University of Oxford chemists custom-built a 3D printer that fabricates "synthetic tissue," or rather structures with tissue-like functions. Eventually, the technology could be used to crank out replacement tissue that could replace damaged human tissue or be used in new drug delivery systems. The material consist of a network of water droplets encapsulated in lipids, or fat molecules.
"The droplets… form pathways through the network that mimic nerves and are able to transmit electrical signals from one side of a network to the other," says Oxford University chemistry professor Hagan Bayley.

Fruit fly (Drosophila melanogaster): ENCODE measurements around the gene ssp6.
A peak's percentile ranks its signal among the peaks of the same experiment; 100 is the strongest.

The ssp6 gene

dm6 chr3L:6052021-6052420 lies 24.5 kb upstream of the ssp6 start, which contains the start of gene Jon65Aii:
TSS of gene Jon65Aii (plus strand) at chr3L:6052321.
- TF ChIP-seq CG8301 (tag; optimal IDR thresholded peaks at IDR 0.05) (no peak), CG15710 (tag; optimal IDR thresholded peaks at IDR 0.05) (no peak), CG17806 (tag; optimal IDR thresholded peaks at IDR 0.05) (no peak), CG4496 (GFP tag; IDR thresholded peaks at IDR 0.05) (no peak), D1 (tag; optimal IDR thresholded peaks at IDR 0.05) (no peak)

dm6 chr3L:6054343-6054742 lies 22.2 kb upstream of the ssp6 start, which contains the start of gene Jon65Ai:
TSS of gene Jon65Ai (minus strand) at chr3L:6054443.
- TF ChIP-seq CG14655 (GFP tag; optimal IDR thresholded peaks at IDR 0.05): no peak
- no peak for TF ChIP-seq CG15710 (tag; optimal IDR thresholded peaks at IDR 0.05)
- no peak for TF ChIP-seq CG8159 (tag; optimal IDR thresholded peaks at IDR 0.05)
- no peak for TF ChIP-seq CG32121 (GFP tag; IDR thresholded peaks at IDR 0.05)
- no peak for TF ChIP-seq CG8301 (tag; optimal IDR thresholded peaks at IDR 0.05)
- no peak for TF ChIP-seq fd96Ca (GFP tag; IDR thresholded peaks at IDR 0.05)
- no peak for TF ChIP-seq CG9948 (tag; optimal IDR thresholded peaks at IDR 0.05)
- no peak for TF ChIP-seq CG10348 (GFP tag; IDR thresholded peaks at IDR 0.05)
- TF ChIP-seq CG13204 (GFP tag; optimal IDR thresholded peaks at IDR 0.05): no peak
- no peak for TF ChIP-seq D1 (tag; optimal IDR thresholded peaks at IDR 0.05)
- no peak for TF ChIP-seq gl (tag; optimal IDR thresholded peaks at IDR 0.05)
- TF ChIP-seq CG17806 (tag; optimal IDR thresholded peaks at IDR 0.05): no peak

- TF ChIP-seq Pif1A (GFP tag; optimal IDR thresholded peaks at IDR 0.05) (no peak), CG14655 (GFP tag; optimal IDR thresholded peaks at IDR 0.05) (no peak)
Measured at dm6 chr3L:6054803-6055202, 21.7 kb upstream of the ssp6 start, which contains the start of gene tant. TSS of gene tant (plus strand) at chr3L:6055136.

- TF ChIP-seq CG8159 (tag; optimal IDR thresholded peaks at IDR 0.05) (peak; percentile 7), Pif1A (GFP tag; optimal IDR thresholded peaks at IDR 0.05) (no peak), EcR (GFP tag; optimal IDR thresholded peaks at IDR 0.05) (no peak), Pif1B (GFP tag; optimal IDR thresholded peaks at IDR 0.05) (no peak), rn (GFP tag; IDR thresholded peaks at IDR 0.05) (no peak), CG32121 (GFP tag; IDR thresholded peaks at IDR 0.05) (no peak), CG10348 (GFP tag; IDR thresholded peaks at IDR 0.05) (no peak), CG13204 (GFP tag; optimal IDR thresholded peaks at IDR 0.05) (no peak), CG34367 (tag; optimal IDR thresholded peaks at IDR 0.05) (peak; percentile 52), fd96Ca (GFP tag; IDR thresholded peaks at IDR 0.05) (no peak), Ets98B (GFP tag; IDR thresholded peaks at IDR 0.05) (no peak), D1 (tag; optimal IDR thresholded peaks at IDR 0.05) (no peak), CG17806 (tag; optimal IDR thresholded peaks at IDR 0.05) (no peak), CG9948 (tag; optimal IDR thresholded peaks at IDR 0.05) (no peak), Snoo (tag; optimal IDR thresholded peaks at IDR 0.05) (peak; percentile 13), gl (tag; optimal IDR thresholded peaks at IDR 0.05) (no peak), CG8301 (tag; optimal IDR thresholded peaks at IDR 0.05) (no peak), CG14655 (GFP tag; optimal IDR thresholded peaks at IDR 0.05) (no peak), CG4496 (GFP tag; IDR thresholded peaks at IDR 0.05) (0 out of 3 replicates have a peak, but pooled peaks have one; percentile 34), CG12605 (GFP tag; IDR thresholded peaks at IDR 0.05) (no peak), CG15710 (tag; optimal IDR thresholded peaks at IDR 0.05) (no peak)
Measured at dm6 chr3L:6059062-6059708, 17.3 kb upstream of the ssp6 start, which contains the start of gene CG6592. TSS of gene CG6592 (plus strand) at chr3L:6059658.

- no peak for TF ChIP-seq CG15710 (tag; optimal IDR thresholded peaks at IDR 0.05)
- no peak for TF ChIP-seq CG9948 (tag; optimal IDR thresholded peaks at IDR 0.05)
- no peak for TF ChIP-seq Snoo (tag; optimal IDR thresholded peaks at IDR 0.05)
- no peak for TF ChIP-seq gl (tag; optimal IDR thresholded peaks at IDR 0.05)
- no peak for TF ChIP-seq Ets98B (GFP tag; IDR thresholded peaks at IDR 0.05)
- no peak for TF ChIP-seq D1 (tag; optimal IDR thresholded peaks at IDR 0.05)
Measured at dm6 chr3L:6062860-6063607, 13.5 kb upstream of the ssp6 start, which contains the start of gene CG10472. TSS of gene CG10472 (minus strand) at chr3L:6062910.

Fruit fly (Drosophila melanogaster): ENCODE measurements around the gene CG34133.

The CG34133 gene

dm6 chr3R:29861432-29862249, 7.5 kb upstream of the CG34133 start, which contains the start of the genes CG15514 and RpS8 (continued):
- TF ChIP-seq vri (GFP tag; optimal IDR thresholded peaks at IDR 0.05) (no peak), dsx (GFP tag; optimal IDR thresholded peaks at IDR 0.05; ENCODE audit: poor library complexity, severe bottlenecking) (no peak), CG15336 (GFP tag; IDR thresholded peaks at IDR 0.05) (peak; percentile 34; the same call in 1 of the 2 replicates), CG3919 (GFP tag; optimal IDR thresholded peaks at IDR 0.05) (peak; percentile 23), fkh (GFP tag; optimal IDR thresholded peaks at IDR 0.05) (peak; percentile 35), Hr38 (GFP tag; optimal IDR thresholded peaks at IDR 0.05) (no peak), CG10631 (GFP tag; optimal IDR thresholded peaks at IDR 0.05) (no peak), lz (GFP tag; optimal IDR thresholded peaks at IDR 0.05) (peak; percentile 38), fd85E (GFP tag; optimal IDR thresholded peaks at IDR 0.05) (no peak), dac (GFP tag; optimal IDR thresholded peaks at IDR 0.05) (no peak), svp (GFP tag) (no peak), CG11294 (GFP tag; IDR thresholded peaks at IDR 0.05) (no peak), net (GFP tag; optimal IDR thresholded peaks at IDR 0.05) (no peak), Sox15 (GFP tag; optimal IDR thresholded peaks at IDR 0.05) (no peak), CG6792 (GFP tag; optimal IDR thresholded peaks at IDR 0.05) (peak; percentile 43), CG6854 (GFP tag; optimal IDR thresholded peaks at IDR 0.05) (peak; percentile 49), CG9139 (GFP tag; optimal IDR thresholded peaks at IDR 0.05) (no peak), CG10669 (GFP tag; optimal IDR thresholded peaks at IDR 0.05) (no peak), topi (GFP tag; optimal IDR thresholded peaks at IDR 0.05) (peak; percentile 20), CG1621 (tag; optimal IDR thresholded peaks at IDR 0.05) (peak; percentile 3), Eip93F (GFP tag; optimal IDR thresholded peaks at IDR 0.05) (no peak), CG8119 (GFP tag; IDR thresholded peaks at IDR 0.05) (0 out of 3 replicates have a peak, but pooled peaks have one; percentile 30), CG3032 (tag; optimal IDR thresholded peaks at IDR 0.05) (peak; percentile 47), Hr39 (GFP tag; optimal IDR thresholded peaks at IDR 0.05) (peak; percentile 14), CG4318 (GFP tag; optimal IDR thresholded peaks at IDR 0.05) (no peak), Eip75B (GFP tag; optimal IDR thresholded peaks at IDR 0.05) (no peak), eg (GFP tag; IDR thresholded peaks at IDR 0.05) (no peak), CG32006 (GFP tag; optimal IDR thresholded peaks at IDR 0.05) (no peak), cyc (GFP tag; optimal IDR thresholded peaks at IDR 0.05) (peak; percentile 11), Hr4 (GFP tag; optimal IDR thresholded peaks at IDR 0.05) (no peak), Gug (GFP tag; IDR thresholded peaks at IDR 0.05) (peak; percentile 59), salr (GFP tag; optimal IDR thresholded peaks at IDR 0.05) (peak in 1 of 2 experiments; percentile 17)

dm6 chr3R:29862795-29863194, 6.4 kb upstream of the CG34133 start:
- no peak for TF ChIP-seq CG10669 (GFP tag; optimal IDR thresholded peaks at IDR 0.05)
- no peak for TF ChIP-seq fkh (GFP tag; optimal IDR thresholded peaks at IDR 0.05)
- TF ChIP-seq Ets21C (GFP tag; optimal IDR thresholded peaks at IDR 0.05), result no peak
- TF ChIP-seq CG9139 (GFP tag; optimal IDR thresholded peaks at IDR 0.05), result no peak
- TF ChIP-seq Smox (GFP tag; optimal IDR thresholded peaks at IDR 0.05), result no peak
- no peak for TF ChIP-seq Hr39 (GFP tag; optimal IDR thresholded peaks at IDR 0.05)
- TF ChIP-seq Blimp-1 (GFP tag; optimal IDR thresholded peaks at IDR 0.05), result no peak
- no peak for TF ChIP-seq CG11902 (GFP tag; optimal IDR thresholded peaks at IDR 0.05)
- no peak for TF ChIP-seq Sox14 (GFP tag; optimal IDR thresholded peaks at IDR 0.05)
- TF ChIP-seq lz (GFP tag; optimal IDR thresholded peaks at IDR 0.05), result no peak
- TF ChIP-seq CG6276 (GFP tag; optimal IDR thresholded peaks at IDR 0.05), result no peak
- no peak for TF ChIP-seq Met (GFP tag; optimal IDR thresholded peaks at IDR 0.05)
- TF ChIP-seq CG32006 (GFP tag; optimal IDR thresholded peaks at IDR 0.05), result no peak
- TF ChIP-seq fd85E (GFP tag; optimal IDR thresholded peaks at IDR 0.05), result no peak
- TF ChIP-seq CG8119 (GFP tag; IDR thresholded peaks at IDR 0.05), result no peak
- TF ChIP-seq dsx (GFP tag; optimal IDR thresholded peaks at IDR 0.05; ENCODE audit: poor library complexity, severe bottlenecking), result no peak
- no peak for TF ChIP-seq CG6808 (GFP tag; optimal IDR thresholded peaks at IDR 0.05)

Amazingly, the material can be chemically "programmed" to fold into various shapes as water is transferred around in the network. (Video above.)
"A Tissue-like Printed Material" (Science)